Decision Traps Lecture

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Decision Traps – Lecture

Making decision is a key activity for individuals working in organizations but also for everyman in his everyday life. Decision process leads to choices from among two or more alternatives. Judging and choosing alternatives may be easy or difficult, fast or slow. Each decision is a process that is influenced by various psychological factors, e.g. perception, emotions, decision styles or group impact. This lecture presents an overview of the psychology of decision making.

The lecture/teaching sessions will cover the topics listed below:

Main topics:
1. Introduction to decision making
The first module will introduce two main approaches to decision-making process: normative and descriptive. We will discuss how decision should be made in light of normative theories (to optimise choices) and show that people deviate from rationality (using “satisficing” rules).

2. The role of perception in judgments
In this module we plan to acquaint students with the different cognitive factors influencing our perception and decision making (e.g. overconfidence, availability, confirmation, anchoring). For this purpose, we plan some exercises showing participants how those biases and heuristics impact human cognitive system in the context of decision-making process.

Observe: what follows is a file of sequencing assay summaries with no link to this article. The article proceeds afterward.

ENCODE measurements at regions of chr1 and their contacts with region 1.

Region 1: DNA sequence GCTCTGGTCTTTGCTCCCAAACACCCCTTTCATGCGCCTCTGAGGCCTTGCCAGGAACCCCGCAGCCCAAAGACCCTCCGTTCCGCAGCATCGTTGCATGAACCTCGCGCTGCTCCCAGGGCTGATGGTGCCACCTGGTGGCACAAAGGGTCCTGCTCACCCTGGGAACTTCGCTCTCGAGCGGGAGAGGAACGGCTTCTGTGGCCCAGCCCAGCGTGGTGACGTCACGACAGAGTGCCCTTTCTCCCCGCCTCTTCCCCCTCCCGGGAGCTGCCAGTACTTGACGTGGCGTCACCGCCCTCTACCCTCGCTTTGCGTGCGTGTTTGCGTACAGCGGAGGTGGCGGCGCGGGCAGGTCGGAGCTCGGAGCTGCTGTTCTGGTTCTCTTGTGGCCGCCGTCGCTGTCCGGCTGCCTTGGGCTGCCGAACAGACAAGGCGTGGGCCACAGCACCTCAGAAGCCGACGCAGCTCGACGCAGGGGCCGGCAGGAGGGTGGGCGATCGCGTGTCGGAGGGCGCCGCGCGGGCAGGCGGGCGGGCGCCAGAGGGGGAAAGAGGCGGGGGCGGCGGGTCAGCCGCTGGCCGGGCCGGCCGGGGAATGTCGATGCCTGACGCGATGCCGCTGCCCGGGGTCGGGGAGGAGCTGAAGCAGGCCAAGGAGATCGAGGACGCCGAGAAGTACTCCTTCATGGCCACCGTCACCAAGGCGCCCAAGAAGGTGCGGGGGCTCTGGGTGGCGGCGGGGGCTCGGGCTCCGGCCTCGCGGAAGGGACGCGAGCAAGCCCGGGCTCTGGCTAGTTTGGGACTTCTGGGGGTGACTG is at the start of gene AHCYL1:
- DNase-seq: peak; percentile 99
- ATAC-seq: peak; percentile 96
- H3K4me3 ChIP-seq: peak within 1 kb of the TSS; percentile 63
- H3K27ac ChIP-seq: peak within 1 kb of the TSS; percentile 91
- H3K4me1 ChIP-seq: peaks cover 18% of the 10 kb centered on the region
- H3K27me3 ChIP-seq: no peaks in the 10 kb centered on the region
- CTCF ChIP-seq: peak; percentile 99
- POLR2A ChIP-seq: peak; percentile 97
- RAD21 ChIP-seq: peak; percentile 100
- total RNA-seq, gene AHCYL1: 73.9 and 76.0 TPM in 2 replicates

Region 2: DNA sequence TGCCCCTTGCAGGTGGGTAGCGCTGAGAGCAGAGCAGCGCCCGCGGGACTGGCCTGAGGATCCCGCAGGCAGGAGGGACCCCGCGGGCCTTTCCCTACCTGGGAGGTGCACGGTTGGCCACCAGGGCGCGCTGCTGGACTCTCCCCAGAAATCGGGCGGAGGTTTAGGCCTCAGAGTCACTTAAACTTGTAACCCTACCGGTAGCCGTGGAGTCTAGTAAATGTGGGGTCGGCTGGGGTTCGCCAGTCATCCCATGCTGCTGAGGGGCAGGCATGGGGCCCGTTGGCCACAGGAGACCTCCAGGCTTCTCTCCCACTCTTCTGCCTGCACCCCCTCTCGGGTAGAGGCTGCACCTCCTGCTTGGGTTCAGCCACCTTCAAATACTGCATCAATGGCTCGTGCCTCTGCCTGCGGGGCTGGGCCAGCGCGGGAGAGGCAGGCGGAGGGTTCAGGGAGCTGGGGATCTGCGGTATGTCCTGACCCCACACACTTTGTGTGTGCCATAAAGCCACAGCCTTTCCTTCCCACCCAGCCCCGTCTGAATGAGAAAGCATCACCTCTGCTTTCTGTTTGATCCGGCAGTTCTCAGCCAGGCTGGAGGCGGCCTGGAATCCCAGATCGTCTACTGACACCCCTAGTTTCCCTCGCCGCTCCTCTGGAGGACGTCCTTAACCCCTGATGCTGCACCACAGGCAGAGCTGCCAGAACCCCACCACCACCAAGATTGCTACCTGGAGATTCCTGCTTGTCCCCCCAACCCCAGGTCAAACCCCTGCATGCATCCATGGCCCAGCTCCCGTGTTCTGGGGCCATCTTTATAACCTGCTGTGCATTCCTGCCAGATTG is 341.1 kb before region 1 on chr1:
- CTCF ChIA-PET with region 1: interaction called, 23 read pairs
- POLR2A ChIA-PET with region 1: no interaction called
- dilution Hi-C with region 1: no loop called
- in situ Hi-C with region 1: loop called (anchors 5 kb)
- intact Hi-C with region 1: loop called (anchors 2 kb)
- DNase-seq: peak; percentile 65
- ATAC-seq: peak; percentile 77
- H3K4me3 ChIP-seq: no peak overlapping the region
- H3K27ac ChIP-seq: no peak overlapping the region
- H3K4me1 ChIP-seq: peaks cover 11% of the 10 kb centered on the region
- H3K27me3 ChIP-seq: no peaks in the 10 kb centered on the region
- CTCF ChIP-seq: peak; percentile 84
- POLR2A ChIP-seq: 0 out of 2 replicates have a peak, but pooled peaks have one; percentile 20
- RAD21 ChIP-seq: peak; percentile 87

3. Framing and the reversal of preferences
In this section we will consider how different frames affect our decisions. We will present that normatively irrelevant information can dramatically change people’s preferences.
Students will take part in exercises in which they will be demonstrated the framing effect, where a slight difference in the decision problem formulation may lead to different behaviour. We will also focus on the main phenomenon responsible for framing i.e. loss aversion. At the end of this section, we will discuss some examples of the implementation of framing in various economic areas, such as price policy, taxation, or negotiation.

4. Improving Decision Making
The last part of the course will be devoted to present exemplary tools that can improve the decision-making process and may be helpful in overcoming some of the described decision traps.


  • Dr Katarzyna Idzikowska, Ph.D. in Psychology, Interdepartmental Interdisciplinary Doctoral Studies by the Faculty of Economic Sciences, conducted by the Institute for Social Studies, University of Warsaw, Poland. Full Bio
  • Dr Sabina Kołodziej, Ph. D. in Psychology, Silesian University in Katowice, Faculty Pedagogy and Psychology; Department of Psychology, Ph. D. thesis applied to psychological and cultural determinants of entrepreneurship. Full Bio

Language of instruction: English


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